Ricky Yiu sealed the champion trainer title at Happy Valley on Wednesday (15 July) night to fulfill a lifelong dream, and he did it with a smile and a shrug.
With Hong Kong in the midst of a coronavirus ‘third wave’, the famous Valley crowd was not there to cheer his remarkable feat, and there was no presentation to mark his victory. Yiu was fine with that.
“I’ve really achieved my goal, this is the peak of my career, but a lot of people are more excited than I am; the owners on WhatsApp were messaging me ‘Add oil’! The staff are very happy – I’m happy too, but I don’t have this excitement,” the first-time champion said.
“I’ve been in horseracing all my life – winning, losing, it happens every meeting so I take it very easily. Even when Sacred Kingdom won the Hong Kong Sprint, I kept quiet, I don’t know why, it’s just me.”
Despite his coolness, the sense of the achievement was not lost on the handler, whose career goes back to 1972 when he joined the first intake at the apprentice jockeys’ school; a career that has brought Group 1 successes with the world champion sprinter Sacred Kingdom, with Amber Sky in Dubai and Ultra Fantasy in Japan.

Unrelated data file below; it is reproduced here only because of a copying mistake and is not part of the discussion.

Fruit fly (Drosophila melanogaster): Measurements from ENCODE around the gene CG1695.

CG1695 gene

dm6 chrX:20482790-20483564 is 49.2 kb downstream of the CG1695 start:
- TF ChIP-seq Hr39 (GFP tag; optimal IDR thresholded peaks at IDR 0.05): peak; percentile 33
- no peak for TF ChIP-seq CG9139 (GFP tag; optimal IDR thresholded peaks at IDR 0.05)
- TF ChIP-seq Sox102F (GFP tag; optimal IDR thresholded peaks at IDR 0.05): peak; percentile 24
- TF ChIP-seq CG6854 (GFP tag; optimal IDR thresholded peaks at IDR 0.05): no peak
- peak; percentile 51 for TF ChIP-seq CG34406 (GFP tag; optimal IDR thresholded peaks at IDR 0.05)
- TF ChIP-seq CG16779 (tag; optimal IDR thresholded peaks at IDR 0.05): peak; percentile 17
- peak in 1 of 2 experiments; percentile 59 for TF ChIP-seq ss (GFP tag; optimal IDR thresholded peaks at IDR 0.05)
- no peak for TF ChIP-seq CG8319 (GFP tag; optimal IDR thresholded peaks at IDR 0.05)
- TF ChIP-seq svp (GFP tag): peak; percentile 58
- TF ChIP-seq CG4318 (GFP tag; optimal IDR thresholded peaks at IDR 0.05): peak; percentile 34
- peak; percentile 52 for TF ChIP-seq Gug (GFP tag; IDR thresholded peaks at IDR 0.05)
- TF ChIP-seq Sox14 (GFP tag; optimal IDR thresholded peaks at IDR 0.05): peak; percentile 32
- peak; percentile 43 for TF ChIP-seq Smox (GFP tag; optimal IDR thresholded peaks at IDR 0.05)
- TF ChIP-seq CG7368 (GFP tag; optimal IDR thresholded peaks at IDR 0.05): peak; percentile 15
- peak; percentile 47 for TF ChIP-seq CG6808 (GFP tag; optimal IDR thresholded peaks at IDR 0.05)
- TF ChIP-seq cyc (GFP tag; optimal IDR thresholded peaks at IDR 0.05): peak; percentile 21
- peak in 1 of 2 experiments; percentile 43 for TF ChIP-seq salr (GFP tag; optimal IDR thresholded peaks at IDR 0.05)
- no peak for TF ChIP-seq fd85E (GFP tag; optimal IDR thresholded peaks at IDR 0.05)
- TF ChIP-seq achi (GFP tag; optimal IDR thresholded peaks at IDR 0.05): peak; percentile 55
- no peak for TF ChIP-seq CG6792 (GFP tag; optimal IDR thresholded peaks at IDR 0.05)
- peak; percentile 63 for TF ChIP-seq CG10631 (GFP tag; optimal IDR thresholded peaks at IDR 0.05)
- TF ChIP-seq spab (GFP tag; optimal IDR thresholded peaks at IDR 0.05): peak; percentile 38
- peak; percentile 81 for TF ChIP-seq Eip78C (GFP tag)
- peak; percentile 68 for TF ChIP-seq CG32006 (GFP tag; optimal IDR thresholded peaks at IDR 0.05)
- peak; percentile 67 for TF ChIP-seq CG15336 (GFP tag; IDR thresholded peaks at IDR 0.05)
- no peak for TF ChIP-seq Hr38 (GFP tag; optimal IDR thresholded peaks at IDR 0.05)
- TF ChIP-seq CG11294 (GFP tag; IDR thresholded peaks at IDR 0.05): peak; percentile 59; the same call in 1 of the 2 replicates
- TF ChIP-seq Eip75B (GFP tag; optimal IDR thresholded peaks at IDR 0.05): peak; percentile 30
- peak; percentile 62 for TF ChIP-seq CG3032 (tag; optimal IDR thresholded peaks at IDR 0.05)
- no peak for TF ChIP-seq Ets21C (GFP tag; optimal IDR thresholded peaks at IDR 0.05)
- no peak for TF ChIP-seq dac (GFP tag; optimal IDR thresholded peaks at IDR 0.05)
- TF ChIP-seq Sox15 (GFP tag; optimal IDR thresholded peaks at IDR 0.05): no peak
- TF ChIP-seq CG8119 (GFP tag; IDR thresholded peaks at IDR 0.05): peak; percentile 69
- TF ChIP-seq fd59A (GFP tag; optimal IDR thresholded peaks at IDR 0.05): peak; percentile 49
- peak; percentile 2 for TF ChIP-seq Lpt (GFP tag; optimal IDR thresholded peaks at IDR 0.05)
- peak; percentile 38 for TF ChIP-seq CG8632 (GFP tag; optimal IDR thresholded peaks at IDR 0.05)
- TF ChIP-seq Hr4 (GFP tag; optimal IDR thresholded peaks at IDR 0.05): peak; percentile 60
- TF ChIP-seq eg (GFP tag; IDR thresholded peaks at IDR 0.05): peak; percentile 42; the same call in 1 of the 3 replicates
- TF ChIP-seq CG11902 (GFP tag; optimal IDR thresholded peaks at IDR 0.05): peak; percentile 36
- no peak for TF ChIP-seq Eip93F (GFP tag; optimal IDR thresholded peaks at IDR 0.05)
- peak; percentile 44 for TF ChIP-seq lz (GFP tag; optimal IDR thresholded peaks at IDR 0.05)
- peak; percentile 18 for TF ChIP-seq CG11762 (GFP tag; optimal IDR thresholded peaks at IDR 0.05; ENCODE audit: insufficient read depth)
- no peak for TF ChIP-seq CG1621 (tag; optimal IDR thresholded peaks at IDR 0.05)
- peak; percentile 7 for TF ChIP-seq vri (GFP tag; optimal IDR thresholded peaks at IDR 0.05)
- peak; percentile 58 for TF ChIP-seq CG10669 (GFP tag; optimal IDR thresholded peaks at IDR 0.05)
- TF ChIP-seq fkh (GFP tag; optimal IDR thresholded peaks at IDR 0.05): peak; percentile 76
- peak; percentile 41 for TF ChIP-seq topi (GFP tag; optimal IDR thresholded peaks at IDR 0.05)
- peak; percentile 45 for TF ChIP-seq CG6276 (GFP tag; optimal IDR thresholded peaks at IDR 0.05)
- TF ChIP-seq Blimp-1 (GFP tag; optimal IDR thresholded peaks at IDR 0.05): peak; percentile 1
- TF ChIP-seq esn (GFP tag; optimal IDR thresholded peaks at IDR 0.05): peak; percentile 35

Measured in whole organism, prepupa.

But at the start of this term, no one expected to be calling Yiu champion trainer. Despite his track record as an astute horseman, he is perennially mid-rank, and he entered this term off the back of a steady 29-win campaign.
“It wasn’t really expected,” he said. “I knew my horses would do well from the start of this season but it was only about two and a half or three months ago that I thought I had a chance. From then on I thought, ‘I’ll work on this’ but before that, no.
“I just put my head down, kept working and kept focusing. When I saw they weren’t catching up, it’s a once in a lifetime chance, so I went for it. I always look forward but I did look over my shoulder and there was Francis (Lui) and Tony (Cruz), these two trainers were catching me up.”
Lui and Cruz were breathing down his neck into last Sunday’s Sha Tin fixture. Cruz nailed a double but Yiu delivered a bazooka of a treble to arrive at the downtown finale with a four-win cushion, his tally running at 67 – including six trebles and 10 doubles – to his rivals’ 63.